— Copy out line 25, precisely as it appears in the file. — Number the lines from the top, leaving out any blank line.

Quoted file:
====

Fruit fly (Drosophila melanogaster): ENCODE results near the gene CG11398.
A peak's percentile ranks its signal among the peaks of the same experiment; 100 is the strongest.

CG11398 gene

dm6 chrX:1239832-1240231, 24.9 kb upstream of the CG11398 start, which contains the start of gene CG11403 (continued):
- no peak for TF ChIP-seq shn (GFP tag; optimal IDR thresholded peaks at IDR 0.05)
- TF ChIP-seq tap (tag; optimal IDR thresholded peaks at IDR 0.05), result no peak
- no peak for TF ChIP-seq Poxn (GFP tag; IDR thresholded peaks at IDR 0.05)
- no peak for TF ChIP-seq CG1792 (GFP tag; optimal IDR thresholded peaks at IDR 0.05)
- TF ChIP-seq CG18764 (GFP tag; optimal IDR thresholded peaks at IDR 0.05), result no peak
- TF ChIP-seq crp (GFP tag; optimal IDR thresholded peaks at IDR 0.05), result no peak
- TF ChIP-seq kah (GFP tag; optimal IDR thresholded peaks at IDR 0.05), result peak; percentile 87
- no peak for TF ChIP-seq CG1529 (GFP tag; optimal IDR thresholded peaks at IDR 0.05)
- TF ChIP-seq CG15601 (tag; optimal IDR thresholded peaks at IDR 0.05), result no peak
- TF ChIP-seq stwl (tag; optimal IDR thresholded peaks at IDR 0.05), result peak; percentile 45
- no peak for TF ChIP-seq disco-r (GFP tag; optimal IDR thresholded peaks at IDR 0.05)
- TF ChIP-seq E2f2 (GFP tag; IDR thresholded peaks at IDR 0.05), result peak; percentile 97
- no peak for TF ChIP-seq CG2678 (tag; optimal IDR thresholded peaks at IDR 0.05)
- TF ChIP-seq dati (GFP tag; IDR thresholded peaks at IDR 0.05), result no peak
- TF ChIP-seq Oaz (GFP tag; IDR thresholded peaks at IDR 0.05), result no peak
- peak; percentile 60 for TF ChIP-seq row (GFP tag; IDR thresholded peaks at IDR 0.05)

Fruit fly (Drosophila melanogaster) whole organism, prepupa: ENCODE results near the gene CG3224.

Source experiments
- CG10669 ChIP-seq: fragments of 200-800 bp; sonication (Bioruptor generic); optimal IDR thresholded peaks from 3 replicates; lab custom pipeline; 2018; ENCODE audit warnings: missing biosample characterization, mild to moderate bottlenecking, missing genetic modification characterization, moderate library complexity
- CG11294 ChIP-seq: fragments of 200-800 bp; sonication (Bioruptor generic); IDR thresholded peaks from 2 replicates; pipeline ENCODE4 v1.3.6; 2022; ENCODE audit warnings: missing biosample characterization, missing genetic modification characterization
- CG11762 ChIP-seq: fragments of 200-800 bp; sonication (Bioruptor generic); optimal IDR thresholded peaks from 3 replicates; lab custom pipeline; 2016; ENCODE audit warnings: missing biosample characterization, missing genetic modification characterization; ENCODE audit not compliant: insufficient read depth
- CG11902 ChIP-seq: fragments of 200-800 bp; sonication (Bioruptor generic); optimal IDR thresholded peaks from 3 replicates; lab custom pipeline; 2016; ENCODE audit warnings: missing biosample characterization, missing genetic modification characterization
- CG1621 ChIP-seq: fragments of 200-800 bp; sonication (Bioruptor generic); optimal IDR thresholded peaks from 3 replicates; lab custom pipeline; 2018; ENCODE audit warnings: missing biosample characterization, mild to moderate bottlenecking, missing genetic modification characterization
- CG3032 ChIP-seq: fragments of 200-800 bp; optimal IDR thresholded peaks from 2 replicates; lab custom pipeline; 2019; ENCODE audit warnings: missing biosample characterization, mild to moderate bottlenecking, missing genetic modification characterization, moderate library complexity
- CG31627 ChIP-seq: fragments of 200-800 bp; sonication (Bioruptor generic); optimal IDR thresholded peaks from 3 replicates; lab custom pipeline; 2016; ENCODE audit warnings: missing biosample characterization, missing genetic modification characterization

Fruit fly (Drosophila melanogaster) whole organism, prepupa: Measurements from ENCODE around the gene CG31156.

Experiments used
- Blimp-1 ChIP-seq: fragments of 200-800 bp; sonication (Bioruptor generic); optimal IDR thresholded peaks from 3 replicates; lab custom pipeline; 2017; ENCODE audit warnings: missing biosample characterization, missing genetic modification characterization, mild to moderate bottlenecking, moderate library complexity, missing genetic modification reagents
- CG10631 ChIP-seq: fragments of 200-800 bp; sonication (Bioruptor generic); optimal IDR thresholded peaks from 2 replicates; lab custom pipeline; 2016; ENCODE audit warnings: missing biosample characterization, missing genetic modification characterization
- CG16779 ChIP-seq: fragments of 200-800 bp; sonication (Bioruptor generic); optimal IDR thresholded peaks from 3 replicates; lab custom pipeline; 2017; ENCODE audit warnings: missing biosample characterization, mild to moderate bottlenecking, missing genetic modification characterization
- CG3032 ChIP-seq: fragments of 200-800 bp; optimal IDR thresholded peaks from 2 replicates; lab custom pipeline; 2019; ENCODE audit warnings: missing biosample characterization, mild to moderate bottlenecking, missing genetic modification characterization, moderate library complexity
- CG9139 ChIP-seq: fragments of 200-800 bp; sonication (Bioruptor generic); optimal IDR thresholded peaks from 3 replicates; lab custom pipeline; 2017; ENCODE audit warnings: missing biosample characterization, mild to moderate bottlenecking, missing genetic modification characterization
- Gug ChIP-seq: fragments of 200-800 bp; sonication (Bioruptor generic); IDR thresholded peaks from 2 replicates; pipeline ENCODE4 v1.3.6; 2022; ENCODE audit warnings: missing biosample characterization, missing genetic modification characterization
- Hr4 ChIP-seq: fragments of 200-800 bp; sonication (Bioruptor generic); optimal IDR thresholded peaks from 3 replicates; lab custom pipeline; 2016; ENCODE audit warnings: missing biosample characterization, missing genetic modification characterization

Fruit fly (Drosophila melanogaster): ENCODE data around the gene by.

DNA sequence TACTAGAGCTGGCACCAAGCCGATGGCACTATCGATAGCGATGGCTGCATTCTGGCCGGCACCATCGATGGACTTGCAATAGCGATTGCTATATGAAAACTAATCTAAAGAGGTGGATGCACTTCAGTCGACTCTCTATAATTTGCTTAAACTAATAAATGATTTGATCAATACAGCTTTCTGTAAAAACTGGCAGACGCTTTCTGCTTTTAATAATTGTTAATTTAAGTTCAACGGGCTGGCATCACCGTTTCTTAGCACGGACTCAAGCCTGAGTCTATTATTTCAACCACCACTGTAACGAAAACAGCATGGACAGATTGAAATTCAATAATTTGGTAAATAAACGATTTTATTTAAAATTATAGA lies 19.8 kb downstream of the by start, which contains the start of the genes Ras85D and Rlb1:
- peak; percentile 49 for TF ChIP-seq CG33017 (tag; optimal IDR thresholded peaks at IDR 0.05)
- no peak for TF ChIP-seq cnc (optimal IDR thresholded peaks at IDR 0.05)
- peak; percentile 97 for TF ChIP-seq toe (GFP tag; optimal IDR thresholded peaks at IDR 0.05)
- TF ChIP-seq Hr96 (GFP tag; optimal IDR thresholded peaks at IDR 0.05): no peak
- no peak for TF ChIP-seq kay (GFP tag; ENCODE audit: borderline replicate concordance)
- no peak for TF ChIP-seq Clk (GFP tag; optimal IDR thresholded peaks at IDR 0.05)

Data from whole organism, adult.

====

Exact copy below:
- CG11762 ChIP-seq: fragments of 200-800 bp; sonication (Bioruptor generic); optimal IDR thresholded peaks from 3 replicates; lab custom pipeline; 2016; ENCODE audit warnings: missing biosample characterization, missing genetic modification characterization; ENCODE audit not compliant: insufficient read depth